Rear Brake Lever Lube

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After reading about a sticky rear brake lever creating expensive problems to a rider's ABS braking system, I thought that I'd follow the various posts on the listserv and one of the FJR forums and do my bike as well. After disassembly it didn't look like my lever really needed the full treatment, but I figured that I may as well since I already had it apart. 

The idea is to install a grease nipple so that the assembly won't ever have to come apart again. In hindsight, disassembly only takes a few minutes so this is way overkill in my opinion.

Most of what is written and pictured here is not new and is not my original idea. But, after all of the other photo's and comments, I wanted to put it all in one place and maybe save others a bit of hunting and clicking.


First remove the bolt holding the brake lever; just loosening it isn't enough to remove the lever.

Then put an pair of index marks on the housing and the brake lever. Something simple like a Sharpie will make sure that you put the lever back on in the same position. I also used a punch just in case; those marks are more permanent. Not that I'll likely ever take this apart again.


Remove two socket head cap screws - shown here partially unscrewed, at top & bottom. This will allow you to remove the whole pedal assembly which makes the next step far easier.

Remove the cotter pin which allows removal of the pin connecting the brake master cylinder to the pedal

Remove the two springs. When I reassembled all of the above, I found that it was easier to leave the larger spring attached at the bottom and re-attach them at the upper hole. The light switch spring was so light that it didn't make any difference.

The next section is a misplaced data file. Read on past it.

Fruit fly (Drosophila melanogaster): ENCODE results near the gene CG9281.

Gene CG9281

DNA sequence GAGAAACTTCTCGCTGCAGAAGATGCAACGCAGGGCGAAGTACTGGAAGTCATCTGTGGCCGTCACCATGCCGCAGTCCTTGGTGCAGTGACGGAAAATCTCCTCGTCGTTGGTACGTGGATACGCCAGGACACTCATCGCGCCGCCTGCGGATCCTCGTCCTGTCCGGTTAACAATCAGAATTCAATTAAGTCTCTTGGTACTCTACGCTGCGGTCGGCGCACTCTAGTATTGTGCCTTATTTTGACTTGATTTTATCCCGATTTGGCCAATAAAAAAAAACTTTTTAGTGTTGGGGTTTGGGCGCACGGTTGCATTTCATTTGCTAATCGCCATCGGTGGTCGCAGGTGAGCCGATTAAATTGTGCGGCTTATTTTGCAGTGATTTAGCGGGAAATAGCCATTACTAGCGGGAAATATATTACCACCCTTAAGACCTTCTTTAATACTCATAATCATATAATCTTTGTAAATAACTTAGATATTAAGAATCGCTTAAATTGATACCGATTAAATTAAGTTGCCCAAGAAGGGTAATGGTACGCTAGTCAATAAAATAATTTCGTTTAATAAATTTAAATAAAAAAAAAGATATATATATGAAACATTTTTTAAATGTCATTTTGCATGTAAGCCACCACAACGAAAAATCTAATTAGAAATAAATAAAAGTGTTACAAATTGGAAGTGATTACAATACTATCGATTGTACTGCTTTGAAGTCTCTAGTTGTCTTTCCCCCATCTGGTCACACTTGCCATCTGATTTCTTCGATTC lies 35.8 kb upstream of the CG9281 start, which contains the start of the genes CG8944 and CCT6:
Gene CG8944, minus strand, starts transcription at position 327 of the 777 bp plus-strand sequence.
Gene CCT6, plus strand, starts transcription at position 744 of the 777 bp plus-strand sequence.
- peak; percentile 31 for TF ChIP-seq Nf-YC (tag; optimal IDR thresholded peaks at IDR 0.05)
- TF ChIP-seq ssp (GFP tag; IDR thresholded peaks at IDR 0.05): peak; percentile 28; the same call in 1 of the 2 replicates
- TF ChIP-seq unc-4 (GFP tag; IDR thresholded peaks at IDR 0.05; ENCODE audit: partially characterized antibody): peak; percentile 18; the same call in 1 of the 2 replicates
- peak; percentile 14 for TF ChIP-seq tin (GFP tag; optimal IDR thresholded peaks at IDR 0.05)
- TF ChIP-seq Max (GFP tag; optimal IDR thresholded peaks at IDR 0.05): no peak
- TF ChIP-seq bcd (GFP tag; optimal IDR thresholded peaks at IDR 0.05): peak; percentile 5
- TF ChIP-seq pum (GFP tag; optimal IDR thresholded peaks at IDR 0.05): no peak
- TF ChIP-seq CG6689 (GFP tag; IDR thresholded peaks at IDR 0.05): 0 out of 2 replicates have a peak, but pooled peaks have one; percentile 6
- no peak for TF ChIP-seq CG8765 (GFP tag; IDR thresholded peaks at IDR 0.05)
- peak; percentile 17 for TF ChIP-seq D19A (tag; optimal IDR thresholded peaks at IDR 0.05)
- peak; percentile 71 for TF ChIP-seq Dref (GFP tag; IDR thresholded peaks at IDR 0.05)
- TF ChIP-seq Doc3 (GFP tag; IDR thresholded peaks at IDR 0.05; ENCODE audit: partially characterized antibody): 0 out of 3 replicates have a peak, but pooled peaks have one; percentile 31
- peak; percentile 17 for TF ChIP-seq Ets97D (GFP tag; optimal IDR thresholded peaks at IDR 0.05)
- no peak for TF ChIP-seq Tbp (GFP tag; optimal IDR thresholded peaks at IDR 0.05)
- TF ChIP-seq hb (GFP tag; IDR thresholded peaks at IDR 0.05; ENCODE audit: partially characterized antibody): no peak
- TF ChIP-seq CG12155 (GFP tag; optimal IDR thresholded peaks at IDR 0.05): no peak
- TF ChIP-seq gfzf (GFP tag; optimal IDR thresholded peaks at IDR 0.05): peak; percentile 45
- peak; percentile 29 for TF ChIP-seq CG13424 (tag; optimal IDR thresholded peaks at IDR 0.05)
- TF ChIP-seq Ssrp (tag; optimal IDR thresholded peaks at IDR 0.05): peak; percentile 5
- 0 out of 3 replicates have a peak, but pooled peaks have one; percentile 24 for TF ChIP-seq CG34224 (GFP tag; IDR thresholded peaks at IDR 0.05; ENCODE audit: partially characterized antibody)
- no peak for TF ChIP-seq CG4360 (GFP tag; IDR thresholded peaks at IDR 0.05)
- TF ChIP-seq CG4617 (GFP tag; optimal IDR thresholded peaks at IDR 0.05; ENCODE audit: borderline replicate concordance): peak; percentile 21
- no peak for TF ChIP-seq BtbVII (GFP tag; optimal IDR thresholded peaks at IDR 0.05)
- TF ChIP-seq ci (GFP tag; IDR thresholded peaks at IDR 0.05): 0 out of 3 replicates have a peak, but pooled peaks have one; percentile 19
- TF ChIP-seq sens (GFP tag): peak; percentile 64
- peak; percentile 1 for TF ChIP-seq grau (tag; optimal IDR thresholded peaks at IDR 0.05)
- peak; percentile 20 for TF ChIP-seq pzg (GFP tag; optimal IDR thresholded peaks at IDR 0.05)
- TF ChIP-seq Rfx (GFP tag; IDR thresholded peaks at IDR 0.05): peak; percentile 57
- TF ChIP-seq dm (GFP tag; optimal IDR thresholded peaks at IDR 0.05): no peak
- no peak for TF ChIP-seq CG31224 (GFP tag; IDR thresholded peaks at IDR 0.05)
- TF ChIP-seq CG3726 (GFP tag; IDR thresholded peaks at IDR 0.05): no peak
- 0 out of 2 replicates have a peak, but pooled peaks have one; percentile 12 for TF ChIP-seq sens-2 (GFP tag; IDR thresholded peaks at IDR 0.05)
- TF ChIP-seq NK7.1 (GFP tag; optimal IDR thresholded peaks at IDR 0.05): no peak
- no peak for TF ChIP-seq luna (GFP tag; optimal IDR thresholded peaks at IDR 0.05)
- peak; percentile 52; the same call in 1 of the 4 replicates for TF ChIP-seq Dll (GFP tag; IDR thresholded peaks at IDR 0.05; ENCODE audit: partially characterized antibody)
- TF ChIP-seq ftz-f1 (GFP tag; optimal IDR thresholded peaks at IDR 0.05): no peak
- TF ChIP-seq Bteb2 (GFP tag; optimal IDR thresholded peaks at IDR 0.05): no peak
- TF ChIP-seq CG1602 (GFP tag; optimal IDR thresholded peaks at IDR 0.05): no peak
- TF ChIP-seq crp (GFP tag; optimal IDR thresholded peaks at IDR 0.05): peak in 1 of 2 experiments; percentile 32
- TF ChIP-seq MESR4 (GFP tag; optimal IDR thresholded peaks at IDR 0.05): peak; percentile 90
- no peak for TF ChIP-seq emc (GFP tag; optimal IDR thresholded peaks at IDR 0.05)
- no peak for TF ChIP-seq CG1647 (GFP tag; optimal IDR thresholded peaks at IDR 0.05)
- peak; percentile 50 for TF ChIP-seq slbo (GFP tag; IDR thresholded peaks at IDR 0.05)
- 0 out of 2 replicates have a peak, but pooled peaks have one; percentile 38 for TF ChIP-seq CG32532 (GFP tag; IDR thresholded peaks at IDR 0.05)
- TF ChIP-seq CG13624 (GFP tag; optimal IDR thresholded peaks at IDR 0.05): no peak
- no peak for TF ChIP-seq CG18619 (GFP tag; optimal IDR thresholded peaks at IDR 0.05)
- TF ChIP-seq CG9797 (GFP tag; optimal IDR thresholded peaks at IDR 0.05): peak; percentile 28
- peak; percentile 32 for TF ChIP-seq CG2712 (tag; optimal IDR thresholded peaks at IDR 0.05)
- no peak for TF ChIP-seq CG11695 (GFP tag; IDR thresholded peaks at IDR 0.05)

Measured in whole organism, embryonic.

A bit fuzzy but you get the idea. Mine was actually not too bad. At 235,000 Km's, and still working just fine, I could have just cleaned it all up, greased it, and been good to go. You might just want do that and skip the rest of the story.

It seemed that the majority of people who did this procedure put the grease nipple on the inside end. To me, that made greasing it later more work than necessary and less likely to get done. Out of sight, out of mind.

I'm fortunate to have a lathe but this could just as easily be done with a vice and hand drill. The metal must be really cheap because it drilled out like swiss cheese.


Tap the outer end to suite you grease nipple. Mine is 1/8 NPT. The drill for this is about .325".  I have no idea how they came up with NPT sizes but there you have it.

Even though pipe threads are supposed to be self sealing, some people seal them with pipe dope or Teflon tape. I just used blue Loctite thread locker ( not sealer ).

Here's where I deviated from the other procedures that I read about.

I also drilled and tapped the inside end. I hope the FJR gods will forgive me but it was Sunday and I couldn't find a 12mm tap so this is .500".

Blocking the inside end is needed so the grease doesn't end up on the garage floor. This was also Locktite'd into place.


Drill the holes so the grease will move out of the center cavity and into the bracket where the shaft pivots. I through drilled these so there are matching holes on the other side for a total of six. I also beveled them which cleaned up the burrs from drilling. While it was all apart, I sanded the surface clean and smooth to give it more chance to move freely. 

Before reassembly, just in case the whole theory behind this was hogwash, I gave it all a good dose of of grease. ( Not shown here.)


While you have everything apart, you might as well put a dab of grease on that pin with the miserable little cotter pin.

And, when you reinstall this little mother, put it back in opposite to the way it came out - with the cotter pin on the outside. Not quite as pretty but way more practical.


All done.  Now, what about that shifter...?

 Updated May 12, 2013